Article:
51. 51. Market Environment (con’d) Exhibit 13 Components of a Marketing Plan (Developing the Marketing Plan) (con’d) i. assign responsibilities ii. give incentives iii. training on selling methods b. financial requirements c. management information systems requirements d. month-by-month agenda i. PERT or critical path analysis e. monitoring results and benchmarks f. adjustment mechanism g. contingencies (What if's) XIV. Financial Summary a. assumptions b. pro-forma monthly income statement c. contribution margin analysis d. breakeven analysis e. Monte Carlo method f. ISI: Internet Strategic Intelligence XV. Scenarios a. Prediction of Future Scenarios b. Plan of Action for each Scenario XVI. Appendix a. pictures and specifications of the new product b. results from research already completed 51
  52. 52. Market Environment (con’d) Exhibit 14 Types of Performance Analyses (after Marketing Plan is Implemented) 1. Performance analyses To track marketing performance, the following analyses are performed and reviewed: 2. Sales analysis Most organizations track their sales results. Tracking the sales variances (i.e., deviation from targeted figure) provides a more immediate picture of sales effort. `Micro-analysis' can then be done to investigate the underlining reason (individual products, sales territories, customers, etc.) for success or failure to those sales figures. 3. Market share analysis Tracking market share is an important metric. Though absolute sales might grow in an expanding market, a firm's share of the market can actually decrease which bodes ill for future sales when the market starts to drop. Where such market share is tracked, there may be a number of aspects which will be followed: a. overall market share b. segment share - that in the specific, targeted segment c. relative share -in relation to the market leaders d. annual fluctuation rate of market share 4. Expense analysis The key ratio to watch in this area is usually the `marketing expense to sales ratio'; although this may be broken down into other elements (advertising to sales, sales administration to sales, etc.). 52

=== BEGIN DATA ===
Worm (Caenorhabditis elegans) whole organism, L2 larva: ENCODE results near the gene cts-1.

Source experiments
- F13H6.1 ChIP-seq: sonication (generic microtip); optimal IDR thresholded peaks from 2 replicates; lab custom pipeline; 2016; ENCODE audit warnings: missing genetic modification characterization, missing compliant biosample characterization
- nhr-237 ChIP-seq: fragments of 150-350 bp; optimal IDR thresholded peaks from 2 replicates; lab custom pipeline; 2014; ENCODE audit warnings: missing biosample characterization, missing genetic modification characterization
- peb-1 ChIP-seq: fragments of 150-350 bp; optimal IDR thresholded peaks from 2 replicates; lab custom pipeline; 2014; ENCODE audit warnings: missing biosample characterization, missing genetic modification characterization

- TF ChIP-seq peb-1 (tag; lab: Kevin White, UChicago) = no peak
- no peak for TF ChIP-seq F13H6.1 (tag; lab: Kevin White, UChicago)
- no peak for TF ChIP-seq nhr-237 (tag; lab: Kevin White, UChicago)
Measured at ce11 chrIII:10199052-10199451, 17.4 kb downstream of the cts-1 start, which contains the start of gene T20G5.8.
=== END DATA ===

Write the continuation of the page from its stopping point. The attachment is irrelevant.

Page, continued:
53. 53. Market Environment (con’d) Exhibit 14 Types of Performance Analyses (after Marketing Plan is 5. Financial analysis The "bottom line" of marketing activities should at least in theory, be the net profit. There are a number of separate performance figures and key ratios, which need to be tracked:  gross contribution<>net profit  gross profit<>return on investment  net contribution<>profit on sales Performance Analysis 53
  54. 54. Market Environment (con’d) Exhibit 15 Sample Flowchart for Marketing Planning Process 54
  55. 55. Risk and Security Mitigation and Protection Risk Description of Risk Program Areas which have potential for creating a negative event with financial consequences to ABC (e.g., lawsuits, regulatory violations, etc.) is the subject of this section. ABC does not have a formal risk assessment program. The Owners seem to be generally aware of some of the risk associated with their business, but not specifically. In the absence of a risk assessment program at ABC, this section will deal primarily with what a risk assessment program consist of and the risk rating system used in this report in each of the sections. We start with a definition of risk measured in terms of the probability it will happen and the level of impact to the company if it does happen. Managing risk is among one of the most important aspect of managing a business. One way of defining risk is by defining the likelihood (probability) that a business will either suffer a negative event or fail to achieve a planned outcome. Probability Probability is the chance that a particular negative event will occur.  High – More likely than not that the negative event will occur. Event has not yet happened, but the statistical odds are in favor of it happening (particularly true if 55